Toyota and Microsoft Team Up to Free You From “The Tyranny of Technology”

They’ll do it by using humongous amounts of technology. Naturally.

Toyota Connected
Toyota

“Toyota Connected will help free our customers from the tyranny of technology.” That’s a quote from Zach Hicks, the CEO of Toyota Connected. How will it do that? By making every Toyota vehicle a node in the network of Big Data, which means the automaker intends to set us free from technology by applying more computing technology than the world has ever known. Cunning, eh? To make it happen, Toyota has signed a deal to use Microsoft’s cloud computing platform Azure to process “millions of transactions per second.”

Toyota Connected is a new division established in Plano, Texas that’s an umbrella for user experience development and analytics, Smart City and Internet of Things apps, telematics, safety, data sharing, data science, and data center management. This is Toyota formalizing and organizing the same initiatives we’ve seen at other automakers, like Ford announcing its Ford Smart Mobility, and General Motors evolving OnStar and creating a project team focused on autonomous vehicles. Microsoft already has various support and back-end deals with other carmakers including BMW, Ford, Kia, Nissan, and Volvo.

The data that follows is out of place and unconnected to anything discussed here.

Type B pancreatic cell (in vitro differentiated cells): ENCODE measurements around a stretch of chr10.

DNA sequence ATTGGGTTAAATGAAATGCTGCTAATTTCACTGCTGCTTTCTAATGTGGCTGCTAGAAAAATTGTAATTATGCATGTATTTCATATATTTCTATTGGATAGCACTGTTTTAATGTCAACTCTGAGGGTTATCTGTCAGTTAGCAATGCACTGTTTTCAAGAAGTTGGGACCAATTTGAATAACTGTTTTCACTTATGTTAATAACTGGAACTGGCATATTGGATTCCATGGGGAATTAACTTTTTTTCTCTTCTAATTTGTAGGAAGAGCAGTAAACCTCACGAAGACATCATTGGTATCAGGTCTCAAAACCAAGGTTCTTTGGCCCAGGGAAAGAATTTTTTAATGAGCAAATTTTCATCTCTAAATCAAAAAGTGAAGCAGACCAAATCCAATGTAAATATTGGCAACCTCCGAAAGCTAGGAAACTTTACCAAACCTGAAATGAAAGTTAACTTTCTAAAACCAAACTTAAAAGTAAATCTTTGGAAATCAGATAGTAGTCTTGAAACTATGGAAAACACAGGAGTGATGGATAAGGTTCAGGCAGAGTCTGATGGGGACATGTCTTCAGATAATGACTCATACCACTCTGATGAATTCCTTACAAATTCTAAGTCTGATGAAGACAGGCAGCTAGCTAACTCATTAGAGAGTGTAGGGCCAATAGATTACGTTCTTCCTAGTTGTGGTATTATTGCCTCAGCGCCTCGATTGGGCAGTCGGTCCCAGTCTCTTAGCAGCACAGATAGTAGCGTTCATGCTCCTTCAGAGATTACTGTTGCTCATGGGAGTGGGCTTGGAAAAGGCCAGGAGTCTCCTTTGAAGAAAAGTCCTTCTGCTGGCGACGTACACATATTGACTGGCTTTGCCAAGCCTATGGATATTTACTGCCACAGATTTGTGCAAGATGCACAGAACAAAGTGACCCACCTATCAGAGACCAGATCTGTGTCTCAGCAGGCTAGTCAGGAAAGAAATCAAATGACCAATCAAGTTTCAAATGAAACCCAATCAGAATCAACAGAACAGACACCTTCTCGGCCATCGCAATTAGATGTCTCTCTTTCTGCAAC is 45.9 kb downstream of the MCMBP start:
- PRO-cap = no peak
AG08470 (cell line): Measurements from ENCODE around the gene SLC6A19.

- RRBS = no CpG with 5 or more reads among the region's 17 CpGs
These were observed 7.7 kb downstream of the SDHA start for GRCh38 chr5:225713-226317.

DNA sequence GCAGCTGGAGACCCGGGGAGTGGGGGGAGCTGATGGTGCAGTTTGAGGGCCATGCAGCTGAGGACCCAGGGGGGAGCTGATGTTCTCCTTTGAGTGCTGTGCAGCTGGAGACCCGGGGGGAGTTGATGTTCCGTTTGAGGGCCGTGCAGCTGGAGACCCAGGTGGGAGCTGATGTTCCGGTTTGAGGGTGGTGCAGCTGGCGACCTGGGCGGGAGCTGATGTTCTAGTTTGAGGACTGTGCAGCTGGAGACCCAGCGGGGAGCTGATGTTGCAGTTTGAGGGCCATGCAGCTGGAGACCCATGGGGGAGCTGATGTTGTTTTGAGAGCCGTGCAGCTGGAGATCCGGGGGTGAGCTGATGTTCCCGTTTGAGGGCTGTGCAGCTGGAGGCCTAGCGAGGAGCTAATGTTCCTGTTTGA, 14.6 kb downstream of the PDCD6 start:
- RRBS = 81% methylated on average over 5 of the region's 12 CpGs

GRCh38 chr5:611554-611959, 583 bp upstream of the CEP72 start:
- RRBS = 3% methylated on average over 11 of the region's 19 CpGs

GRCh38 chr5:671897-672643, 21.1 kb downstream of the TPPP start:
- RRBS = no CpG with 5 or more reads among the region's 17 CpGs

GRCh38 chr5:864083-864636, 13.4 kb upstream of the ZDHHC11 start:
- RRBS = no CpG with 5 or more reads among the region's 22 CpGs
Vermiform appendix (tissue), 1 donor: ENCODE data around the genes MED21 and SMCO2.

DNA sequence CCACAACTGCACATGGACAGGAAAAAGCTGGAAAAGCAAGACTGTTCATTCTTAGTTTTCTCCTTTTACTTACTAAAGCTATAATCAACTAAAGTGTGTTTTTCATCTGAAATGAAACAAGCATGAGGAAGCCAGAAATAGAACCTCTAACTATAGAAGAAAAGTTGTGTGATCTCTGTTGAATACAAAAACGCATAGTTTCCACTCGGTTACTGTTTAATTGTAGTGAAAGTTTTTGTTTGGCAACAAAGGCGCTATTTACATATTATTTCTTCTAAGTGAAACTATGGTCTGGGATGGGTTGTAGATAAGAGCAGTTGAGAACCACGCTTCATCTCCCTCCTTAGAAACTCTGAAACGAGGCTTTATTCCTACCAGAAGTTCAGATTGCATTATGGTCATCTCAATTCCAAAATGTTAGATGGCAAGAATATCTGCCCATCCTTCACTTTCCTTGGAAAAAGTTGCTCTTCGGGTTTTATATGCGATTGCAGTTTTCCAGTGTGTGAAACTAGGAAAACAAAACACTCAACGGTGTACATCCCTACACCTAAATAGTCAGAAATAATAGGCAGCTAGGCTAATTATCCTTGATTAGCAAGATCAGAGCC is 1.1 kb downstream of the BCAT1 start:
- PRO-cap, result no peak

The crew in Plano will focus on the front end, aiming to develop predictive and contextual services that “humanize the driving experience while pushing the technology into the background.” Azure will be that background, providing the global server network and processing power to suck up the petaflops of data, crunch it, then feed the new and relevant data back to the in-car services communicating with drivers.

Ideally, you’ll only interact with the friendly virtual face of all those terabytes – imagine your car as a two-ton smartphone and comprehensive personal assistant. If your car knows you’re going to be late for a meeting, it can automatically e-mail the meeting organizer. If you’re headed to a movie, the car can pay for parking ahead of time. The car could eventually get updates from other Toyota vehicles and city infrastructure, talk to your connected home and the public utility grid.

The roots of the deal go back to 2011, when Hicks was chief information officer at Toyota – a role he stays in – and LA Clippers head cheerleader Steve Ballmer was CEO of Microsoft. Hicks had switched Toyota’s global workforce to cloud computing software like Office 365, then the two companies put about $12 million into a subsidiary called Toyota Media Service to develop a telematics platform for Toyota’s plug-in hybrids and electric vehicles, built on Windows software and using Azure and other Microsoft services like Bing and the TellMe voice app.

Toyota’s envisions not only making your life easier, but using the reams of available data to make it safer and healthier. A write-up on a Microsoft blog said “a steering wheel could monitor a driver’s heartbeat and respiration while the seat turns into a scale.” Because the first thing you want to hear your car say after a big night at Olive Garden is, “Wow! Breadsticks much?!”